Why cloth pads are better
At Pirai, clean cotton flannels are manually panelled together to make cloth pads in three different shapes, lengths and textures – as per the flow level of the user on respective days of the period. Completely free from chemicals, the pads contain the underlining of biodegradable polyurethane which makes it leak-proof. Customised with buttons and wings, Pirai cloth pads feel more comfortable than regular pads, as Prakash assures.
A cloth pad can be easily washed and reused for up to two years. Not only this, a set of cloth pads for 2 years is sold at around 1200 rupees at Pirai; while the average expense for regular sanitary napkins would amount to minimum 5000 rupees in two years.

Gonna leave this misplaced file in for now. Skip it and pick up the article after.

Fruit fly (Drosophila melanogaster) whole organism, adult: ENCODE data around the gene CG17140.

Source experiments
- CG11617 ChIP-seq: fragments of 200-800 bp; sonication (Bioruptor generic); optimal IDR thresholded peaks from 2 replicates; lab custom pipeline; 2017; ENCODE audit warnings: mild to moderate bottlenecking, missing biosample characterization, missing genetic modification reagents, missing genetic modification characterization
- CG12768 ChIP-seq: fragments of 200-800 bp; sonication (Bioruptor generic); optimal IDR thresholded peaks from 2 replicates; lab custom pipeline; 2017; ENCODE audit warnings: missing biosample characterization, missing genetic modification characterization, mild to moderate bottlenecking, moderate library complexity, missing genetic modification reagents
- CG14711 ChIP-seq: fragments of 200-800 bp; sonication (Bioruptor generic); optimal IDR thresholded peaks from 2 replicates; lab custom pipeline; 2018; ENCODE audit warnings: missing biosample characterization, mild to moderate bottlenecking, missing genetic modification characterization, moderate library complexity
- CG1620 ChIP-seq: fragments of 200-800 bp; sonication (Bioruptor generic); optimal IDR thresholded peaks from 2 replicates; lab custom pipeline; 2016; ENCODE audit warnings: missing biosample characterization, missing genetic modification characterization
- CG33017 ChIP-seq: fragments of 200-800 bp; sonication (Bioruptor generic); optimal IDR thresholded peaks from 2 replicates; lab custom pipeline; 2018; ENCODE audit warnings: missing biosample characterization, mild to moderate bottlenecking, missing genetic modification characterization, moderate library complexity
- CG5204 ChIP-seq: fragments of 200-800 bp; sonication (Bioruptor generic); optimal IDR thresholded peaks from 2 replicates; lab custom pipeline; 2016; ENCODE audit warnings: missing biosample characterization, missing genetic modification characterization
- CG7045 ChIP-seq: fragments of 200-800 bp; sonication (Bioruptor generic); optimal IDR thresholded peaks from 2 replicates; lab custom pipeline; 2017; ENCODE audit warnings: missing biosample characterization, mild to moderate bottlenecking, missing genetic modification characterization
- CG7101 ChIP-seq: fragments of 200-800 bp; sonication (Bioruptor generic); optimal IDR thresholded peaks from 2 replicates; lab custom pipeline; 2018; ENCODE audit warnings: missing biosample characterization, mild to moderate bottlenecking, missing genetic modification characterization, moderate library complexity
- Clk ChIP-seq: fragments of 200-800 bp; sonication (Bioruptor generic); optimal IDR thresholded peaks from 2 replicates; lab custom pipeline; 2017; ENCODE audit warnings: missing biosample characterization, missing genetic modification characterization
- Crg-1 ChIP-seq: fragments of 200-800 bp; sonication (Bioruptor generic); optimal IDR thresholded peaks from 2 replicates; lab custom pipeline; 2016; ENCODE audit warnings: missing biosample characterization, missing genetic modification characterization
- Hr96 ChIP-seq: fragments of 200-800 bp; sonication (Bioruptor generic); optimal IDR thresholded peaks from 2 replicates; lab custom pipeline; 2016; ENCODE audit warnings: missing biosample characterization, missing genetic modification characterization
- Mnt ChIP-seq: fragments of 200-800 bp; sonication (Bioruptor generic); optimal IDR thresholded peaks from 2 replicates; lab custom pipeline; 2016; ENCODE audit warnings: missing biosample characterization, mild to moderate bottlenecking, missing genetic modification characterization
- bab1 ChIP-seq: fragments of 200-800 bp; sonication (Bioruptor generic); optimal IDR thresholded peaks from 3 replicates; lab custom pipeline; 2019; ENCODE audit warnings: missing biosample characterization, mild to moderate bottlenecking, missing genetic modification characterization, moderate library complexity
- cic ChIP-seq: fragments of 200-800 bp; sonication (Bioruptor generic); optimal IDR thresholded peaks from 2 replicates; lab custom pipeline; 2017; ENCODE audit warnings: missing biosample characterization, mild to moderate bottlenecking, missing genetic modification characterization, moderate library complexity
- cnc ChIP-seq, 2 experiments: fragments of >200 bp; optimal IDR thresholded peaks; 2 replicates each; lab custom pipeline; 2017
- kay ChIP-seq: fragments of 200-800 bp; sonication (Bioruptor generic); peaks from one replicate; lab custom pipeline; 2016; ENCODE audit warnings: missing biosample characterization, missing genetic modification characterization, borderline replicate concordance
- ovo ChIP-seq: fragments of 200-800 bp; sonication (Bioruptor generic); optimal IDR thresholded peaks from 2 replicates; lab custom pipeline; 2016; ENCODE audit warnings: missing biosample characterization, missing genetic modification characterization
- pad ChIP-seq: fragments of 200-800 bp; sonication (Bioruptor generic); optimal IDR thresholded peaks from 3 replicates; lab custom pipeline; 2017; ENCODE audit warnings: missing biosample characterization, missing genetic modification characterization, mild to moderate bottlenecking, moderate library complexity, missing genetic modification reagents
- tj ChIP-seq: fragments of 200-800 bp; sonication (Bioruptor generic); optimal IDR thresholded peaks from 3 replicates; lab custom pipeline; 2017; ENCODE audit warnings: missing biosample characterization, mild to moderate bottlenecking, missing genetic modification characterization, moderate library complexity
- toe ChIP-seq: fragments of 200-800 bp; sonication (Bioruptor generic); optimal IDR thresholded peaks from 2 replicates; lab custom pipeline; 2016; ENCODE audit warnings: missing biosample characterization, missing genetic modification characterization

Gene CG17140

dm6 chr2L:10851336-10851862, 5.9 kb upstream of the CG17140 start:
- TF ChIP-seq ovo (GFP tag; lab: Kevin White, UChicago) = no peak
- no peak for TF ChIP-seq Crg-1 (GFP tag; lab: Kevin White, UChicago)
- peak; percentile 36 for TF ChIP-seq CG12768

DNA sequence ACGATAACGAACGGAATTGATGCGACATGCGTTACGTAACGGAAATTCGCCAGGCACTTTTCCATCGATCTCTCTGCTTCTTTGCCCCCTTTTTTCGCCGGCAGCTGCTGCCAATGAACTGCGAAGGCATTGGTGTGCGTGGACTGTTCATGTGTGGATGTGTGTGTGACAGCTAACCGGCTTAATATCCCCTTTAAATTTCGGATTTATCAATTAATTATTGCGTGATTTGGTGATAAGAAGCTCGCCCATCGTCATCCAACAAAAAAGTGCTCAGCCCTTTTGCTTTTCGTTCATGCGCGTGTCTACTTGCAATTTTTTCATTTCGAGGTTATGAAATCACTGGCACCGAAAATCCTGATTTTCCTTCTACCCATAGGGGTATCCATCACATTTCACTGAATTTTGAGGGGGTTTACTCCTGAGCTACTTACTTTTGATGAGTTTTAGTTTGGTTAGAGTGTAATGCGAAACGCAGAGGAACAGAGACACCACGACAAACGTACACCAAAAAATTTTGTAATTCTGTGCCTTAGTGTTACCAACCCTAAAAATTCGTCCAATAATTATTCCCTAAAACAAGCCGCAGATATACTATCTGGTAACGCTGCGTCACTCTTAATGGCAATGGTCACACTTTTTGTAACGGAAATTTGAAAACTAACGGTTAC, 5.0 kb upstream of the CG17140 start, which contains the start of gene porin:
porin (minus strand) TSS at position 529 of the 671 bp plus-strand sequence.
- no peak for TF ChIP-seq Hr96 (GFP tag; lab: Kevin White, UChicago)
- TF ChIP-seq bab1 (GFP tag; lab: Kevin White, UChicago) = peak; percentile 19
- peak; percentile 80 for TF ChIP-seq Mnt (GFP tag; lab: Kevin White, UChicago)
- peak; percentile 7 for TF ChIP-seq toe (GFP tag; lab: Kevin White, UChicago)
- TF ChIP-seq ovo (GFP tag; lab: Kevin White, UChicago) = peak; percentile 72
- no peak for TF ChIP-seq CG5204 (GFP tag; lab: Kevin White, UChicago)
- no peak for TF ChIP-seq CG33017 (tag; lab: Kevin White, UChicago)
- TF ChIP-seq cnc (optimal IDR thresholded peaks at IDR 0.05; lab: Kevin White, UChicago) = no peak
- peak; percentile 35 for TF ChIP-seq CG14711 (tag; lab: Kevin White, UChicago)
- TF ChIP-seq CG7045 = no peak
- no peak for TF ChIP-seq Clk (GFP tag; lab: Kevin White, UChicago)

Addressing the queries and misconceptions about cloth pads
“The first time I spoke about cloth pads at a rural camp, women were bombarding me with questions. Most of them thought cloth pads would be as unhygienic as the dirty rags they initially used,’’ she shares.
“Our ingrained attitude makes us think menstrual blood is impure. I always emphasise to everyone how period blood is just another bodily fluid like saliva, mucus or tear. If you feel period blood is dirty just because it comes out of the vagina, do you consider a newborn baby impure as well?”, asks Prakash.
Unlike the popular notion, washing cloth pads is quite hassle-free. “Soak the used pad in soap water for 10-15 minutes, rinse and dry in sunlight. Never use hot water though,” Prakash elaborates.
How women received the cloth pads